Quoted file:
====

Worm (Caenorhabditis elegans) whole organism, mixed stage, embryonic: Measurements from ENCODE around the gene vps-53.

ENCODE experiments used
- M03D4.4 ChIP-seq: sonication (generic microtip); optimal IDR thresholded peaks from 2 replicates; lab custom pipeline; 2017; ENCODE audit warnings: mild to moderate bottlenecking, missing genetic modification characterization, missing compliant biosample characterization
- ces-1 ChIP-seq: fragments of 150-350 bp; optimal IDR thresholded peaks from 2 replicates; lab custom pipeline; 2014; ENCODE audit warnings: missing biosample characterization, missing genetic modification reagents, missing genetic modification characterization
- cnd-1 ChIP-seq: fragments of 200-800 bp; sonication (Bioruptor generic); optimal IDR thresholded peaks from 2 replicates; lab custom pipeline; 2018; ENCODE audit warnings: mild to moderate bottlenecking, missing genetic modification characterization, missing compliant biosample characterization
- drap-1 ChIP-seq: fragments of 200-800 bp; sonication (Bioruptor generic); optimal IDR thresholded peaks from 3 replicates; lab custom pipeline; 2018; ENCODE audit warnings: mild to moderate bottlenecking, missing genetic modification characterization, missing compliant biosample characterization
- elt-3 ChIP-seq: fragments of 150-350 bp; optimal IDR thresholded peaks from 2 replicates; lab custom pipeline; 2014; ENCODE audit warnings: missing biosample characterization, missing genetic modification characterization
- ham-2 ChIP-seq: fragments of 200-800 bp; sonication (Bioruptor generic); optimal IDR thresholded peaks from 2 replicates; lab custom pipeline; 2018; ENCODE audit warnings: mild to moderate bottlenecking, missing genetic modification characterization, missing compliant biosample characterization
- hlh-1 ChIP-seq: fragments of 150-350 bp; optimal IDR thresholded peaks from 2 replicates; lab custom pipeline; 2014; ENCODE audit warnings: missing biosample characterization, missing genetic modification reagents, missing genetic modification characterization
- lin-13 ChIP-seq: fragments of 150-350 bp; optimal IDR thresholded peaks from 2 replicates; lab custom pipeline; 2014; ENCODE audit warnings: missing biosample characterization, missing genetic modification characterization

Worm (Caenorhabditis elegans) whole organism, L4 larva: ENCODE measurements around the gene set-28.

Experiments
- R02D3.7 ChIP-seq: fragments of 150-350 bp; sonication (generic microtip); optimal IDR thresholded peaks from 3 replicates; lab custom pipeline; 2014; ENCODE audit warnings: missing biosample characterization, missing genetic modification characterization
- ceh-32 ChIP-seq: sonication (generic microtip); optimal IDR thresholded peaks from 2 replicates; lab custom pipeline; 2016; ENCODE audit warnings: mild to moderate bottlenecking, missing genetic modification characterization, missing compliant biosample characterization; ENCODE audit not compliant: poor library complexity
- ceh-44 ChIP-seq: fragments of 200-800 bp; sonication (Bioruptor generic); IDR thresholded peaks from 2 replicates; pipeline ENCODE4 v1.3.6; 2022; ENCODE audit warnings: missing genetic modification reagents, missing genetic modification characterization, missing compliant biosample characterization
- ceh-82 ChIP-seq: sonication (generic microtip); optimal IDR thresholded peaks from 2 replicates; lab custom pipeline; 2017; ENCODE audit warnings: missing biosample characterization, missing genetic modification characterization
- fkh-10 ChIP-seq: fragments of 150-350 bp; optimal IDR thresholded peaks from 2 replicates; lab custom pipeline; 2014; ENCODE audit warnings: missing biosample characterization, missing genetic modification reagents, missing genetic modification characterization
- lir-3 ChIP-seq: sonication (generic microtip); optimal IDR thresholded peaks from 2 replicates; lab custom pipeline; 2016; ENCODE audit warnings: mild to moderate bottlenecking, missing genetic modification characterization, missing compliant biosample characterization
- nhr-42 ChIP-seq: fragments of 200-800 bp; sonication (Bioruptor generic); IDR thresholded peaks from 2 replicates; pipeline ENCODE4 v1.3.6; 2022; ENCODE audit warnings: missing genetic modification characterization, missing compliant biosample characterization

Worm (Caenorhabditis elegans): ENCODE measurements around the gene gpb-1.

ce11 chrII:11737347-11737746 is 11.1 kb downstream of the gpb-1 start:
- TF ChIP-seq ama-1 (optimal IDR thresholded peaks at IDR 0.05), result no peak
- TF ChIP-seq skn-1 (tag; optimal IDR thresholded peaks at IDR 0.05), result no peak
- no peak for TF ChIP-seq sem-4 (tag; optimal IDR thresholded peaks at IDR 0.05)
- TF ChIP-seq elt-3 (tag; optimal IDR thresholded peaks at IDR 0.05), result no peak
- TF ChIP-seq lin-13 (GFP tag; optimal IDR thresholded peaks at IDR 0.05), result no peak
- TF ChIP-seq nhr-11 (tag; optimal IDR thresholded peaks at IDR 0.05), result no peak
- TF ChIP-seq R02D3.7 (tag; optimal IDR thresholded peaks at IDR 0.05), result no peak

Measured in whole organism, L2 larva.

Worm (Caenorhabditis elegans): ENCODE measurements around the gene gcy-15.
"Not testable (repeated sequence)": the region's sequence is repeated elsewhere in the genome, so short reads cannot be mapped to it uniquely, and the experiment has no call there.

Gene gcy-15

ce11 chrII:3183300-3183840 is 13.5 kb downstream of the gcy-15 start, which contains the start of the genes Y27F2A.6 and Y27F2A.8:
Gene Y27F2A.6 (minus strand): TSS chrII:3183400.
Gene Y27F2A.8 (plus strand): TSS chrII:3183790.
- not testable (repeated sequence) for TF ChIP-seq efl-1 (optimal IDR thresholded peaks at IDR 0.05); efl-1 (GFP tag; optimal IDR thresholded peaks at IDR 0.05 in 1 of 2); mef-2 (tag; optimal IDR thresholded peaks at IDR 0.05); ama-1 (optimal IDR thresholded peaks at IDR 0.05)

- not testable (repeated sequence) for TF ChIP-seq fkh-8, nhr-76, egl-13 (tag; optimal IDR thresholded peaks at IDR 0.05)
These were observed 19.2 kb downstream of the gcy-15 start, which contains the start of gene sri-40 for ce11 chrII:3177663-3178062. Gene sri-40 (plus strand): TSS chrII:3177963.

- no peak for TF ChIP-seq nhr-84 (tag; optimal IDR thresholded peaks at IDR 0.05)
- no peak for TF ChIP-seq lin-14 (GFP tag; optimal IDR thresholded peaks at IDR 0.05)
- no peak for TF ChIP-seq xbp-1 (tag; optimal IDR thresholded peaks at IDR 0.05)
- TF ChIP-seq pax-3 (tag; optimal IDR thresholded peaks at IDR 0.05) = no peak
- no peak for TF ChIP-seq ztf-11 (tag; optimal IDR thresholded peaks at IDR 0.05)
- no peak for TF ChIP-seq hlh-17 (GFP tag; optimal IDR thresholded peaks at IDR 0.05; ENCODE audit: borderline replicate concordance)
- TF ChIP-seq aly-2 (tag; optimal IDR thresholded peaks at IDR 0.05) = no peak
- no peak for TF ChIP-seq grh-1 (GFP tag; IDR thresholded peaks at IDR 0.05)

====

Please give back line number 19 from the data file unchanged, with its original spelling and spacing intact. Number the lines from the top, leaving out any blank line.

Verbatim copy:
- nhr-42 ChIP-seq: fragments of 200-800 bp; sonication (Bioruptor generic); IDR thresholded peaks from 2 replicates; pipeline ENCODE4 v1.3.6; 2022; ENCODE audit warnings: missing genetic modification characterization, missing compliant biosample characterization